Answer Machine Tape, 1987
Zubin Kanga Piano, live video, live electronics
Bates Mill Blending Shed
Saturday November 19th
Pianist Zubin Kanga drew a capacity crowd to the Bates Mill Blending Shed for the UK premiere of Answer Machine Tape, 1987, which juxtaposes answer machine messages over a piano composition with multimedia, by Philip Venables, created in collaboration with dramatist Ted Huffman and programmer Simon Hendry.
Zubin Kanga's performance was the UK premiere of Answer Machine Tape, 1987. It focuses on New York visual artist and AIDS activist David Wojnarowicz and the turbulent period leading up to the death of Peter Hujar – his former lover, close friend and fellow artist – from an AIDS-related illness in 1987. The work’s focal point is Wojnarowicz’s answering machine tape from the days leading up to Hujar’s death, featuring calls from Hujar, other artists, friends and lovers, exploring his life, that period of the New York art scene, queer history and the AIDS crisis.
The Answerphone messages form the backbone of this musical piece. The messages were left on David Wojnarowicz’s answerphone. David, a New York based artist, and AIDS activist, died in 1992. These messages cover the period David spent nursing his former lover, Peter Hujar, until Peter’s death from AIDS-related illness in November 1987. The answer tape was saved for several years, before Simon Hendry scored work for a solo piano, equipped with a ‘key scanner’. This acts as an imperfect typewriter, displaying accurately edited transcriptions for some conversations, and alpha letters that represent notes in heavier passages, usually from the more desperate sounding messages, on a huge screen above the performer.
So that’s the gig, the players, the setting and the format, scored work, electronics, and taped extracts. I’d not read a preview, and as the music progressed at times I wished I had. In the quieter passages, the more intimate voices, the exercise seemed flat and passionless, the mundane and the minutiae, calls asking about work, meetings for coffee, calls for a call back. As the tempo of concern for the sadly dying Peter Hujar changed, and it became apparent, the recipient, David, was Peter’s principle carer. Calls recorded in Hujar’s final days, from Hujar, from other artists, friends and lovers, exploring his life, that period of the New York art scene, queer history and the AIDS crisis.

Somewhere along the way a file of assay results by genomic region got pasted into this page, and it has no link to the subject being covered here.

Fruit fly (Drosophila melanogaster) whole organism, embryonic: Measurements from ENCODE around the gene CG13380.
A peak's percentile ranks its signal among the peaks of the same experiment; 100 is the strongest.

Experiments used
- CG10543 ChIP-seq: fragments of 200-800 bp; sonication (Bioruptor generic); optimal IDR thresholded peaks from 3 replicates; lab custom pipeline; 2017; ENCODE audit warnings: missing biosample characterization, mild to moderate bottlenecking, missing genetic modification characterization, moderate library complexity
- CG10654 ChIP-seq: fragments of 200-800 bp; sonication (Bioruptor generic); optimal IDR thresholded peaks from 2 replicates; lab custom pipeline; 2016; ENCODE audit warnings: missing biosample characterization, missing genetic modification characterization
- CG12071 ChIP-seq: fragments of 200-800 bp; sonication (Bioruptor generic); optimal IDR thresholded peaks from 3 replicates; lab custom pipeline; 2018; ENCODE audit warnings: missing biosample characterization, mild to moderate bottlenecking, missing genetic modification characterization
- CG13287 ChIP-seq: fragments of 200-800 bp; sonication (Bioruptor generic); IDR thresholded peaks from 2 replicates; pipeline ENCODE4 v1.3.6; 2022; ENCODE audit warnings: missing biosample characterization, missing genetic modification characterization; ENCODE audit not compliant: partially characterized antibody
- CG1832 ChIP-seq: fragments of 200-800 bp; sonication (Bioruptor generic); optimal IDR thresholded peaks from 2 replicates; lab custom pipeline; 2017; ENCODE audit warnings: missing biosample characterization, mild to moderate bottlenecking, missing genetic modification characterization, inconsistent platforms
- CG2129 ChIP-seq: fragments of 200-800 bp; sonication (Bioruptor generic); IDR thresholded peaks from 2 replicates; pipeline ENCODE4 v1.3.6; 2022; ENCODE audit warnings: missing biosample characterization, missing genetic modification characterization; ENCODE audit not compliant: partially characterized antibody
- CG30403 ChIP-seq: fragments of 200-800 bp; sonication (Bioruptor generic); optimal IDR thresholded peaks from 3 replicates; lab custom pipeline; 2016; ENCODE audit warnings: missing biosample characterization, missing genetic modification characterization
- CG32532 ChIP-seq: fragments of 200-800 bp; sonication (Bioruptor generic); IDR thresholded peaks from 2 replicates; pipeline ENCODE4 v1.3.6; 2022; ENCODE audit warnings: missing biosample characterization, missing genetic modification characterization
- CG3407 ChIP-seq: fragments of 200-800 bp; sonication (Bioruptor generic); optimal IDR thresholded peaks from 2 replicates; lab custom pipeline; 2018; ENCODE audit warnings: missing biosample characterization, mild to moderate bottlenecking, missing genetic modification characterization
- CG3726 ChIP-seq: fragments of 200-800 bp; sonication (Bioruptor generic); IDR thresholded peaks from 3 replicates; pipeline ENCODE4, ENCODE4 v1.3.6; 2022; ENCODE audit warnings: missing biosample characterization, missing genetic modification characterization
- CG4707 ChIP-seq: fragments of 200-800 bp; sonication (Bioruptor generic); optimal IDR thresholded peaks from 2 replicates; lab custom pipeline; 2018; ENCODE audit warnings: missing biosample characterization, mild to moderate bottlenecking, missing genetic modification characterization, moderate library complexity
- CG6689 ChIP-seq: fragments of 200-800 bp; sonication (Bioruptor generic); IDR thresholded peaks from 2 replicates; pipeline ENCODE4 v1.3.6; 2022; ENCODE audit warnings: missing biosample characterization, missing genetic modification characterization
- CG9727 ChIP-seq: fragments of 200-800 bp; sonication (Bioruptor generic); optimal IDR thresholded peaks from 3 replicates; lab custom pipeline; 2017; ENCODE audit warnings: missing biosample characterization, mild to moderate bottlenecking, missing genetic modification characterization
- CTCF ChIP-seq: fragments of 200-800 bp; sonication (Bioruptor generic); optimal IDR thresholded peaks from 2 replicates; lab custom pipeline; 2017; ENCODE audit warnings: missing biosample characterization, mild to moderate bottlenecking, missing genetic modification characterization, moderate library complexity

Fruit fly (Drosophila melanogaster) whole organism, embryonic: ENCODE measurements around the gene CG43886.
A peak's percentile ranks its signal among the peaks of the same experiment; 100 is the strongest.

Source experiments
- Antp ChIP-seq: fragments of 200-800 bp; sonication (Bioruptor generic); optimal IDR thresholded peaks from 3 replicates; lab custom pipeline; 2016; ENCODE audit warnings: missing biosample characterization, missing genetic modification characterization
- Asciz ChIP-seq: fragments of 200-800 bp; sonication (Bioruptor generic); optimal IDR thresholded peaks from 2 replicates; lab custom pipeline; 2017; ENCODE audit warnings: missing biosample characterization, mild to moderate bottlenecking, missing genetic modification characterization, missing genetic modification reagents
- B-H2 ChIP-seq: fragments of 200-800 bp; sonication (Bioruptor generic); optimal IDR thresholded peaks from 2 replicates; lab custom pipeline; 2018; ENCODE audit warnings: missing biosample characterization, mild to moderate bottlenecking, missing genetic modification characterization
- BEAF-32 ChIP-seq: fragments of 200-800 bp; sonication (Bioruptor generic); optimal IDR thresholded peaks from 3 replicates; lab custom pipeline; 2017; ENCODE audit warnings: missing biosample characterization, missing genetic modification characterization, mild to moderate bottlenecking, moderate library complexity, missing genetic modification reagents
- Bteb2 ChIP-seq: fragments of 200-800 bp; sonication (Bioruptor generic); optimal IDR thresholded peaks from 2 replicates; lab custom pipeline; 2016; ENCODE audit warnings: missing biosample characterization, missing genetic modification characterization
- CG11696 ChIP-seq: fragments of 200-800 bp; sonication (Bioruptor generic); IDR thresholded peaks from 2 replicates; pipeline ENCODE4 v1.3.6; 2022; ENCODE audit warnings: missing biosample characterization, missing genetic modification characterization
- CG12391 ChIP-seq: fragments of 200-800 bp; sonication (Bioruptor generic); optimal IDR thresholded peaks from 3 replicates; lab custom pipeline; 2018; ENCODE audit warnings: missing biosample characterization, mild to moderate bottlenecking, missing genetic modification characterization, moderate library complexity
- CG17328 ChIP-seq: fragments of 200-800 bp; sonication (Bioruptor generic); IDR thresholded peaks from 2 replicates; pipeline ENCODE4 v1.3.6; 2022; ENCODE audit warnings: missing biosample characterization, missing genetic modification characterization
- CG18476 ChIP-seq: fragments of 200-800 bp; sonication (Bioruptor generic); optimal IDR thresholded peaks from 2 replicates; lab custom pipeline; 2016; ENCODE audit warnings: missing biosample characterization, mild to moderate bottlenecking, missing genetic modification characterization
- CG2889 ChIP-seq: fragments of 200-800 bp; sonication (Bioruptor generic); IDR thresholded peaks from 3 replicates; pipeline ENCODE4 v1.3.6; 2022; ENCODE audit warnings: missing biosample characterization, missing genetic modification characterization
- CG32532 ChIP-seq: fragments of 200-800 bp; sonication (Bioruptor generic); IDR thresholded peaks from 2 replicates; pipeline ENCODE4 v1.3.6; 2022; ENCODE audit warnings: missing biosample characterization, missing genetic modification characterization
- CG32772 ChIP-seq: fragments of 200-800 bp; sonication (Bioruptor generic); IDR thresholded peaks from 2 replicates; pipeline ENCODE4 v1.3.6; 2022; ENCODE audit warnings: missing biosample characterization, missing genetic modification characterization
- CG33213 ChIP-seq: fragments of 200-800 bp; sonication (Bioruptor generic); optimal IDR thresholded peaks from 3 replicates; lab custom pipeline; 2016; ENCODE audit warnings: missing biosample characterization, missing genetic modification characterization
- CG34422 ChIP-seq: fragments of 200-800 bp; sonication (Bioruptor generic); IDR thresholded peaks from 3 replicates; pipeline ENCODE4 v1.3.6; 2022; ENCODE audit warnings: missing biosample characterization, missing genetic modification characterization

Scattered throughout are regular calls from business associates, people unaware or perhaps unsympathetic of Peter’s condition. The juxtaposition of love, care and concern were reflected in the intensity of the piano accompaniments. The mood changed as Peter’s death approached. With the final calls of condolence, and conciliation especially poignant, the piano accompanied melted to sparse isolated notes. The music captured the mood of anxious confusion, fear, and despair that David may have felt listening to the messages on contemporary play back in 1987.
At the outset, I’d found the text display to be an annoying distraction, but as the piece developed and messages moved from the prosaic in emotional intensity the display became an enthralling accompaniment.
Answering machine messages have become outmoded of course. No one leaves them. If someone calls, there’s a missed call flagged up on your phone, they’ll follow up with a message. This piece of art may have more trouble existing today. An additional historical context to this piece too.
Enjoyment is not precisely what I took away from the show. Ambivalence maybe. Sadness? Perhaps. Or a recognition that I need to reach out to friends, where I think there are hard times, because others may not.
main image: Philip Venables © Monica De Alwis
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